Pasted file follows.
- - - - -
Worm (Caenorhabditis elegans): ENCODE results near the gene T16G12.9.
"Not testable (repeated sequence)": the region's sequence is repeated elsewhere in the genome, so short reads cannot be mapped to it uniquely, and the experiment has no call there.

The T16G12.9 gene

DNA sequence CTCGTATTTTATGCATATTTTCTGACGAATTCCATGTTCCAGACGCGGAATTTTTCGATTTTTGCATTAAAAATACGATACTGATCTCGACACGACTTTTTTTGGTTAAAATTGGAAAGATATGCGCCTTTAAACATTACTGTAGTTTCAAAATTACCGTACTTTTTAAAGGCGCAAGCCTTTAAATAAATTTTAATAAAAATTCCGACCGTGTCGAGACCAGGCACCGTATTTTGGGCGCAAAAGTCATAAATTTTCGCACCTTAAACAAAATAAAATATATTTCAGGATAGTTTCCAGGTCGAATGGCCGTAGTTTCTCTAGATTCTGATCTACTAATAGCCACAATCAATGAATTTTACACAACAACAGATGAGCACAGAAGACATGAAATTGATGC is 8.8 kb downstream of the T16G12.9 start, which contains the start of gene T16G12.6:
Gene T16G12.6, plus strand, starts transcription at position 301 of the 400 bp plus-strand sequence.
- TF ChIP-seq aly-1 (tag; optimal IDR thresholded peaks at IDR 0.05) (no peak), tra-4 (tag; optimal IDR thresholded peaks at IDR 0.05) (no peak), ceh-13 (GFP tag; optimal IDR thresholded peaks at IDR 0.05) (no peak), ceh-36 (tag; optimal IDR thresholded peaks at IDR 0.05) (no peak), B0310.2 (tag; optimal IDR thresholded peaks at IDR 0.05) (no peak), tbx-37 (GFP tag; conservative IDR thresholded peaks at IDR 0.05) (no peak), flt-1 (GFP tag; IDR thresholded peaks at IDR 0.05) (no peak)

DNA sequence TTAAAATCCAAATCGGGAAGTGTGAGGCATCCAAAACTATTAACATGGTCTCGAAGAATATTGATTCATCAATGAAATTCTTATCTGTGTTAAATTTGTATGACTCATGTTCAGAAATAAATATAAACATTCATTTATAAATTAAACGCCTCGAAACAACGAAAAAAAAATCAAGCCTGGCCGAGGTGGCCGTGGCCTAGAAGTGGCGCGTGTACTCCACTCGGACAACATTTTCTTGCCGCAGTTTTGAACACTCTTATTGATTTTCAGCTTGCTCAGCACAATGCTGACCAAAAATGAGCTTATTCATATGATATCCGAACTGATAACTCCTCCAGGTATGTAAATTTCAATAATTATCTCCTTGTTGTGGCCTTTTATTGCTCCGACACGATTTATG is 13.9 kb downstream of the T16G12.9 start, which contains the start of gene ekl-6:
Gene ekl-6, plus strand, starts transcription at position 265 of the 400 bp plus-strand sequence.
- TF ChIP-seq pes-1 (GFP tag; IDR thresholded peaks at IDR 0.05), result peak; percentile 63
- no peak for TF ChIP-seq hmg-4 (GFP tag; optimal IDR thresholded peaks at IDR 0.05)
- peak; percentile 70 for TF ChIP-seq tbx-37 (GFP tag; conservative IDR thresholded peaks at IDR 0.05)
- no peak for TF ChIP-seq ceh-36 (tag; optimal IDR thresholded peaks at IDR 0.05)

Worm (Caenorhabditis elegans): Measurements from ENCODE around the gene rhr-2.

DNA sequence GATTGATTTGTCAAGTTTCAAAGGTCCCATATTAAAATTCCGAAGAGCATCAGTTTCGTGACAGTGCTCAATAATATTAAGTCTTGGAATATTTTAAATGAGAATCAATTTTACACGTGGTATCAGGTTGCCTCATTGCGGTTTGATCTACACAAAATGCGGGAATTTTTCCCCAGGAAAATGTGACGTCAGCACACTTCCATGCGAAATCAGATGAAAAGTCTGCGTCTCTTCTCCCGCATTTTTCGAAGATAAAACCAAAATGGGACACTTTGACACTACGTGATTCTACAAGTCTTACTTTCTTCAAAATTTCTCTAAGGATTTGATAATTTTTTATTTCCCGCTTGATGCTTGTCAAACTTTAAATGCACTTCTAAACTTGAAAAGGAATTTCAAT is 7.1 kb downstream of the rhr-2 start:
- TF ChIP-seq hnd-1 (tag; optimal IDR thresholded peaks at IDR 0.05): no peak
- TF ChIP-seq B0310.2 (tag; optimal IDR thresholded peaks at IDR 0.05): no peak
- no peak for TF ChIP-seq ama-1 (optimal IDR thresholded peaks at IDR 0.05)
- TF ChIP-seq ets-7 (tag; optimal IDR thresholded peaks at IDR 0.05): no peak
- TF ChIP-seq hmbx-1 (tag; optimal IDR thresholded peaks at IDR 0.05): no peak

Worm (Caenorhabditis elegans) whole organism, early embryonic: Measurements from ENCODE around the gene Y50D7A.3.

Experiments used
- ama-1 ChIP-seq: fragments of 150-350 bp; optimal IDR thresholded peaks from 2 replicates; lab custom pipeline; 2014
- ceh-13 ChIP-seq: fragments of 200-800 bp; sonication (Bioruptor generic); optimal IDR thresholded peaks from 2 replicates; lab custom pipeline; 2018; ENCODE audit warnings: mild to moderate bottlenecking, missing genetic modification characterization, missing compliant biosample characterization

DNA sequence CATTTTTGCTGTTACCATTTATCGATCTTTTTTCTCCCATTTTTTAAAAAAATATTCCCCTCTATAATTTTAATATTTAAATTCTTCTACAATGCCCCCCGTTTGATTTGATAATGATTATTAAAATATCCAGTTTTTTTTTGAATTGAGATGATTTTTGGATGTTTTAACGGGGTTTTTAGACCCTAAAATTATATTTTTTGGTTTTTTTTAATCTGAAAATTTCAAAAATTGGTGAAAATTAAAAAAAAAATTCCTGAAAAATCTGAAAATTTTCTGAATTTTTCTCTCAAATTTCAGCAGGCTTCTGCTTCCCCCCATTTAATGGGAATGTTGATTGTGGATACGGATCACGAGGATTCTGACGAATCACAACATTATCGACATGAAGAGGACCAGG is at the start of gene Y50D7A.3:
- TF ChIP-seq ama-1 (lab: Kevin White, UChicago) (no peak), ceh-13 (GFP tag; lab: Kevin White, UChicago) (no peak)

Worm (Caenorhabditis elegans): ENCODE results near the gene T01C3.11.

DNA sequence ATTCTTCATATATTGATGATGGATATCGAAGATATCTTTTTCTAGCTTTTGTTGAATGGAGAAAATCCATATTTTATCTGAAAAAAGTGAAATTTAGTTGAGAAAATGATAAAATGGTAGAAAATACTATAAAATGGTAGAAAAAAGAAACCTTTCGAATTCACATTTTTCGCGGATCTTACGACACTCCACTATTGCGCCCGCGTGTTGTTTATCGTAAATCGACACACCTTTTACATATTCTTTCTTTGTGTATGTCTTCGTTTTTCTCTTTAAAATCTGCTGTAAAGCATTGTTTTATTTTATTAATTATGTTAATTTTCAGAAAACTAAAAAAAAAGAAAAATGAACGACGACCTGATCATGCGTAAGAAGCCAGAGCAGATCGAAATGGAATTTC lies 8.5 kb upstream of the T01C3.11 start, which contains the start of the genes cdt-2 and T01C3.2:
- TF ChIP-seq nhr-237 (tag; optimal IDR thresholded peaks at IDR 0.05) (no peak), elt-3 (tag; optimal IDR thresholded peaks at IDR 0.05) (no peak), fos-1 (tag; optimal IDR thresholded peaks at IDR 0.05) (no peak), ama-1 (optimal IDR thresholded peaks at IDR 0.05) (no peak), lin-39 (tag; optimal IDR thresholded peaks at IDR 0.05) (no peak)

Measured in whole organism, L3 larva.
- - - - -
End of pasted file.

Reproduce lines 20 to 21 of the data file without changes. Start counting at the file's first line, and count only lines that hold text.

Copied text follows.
Worm (Caenorhabditis elegans) whole organism, early embryonic: Measurements from ENCODE around the gene Y50D7A.3.

Experiments used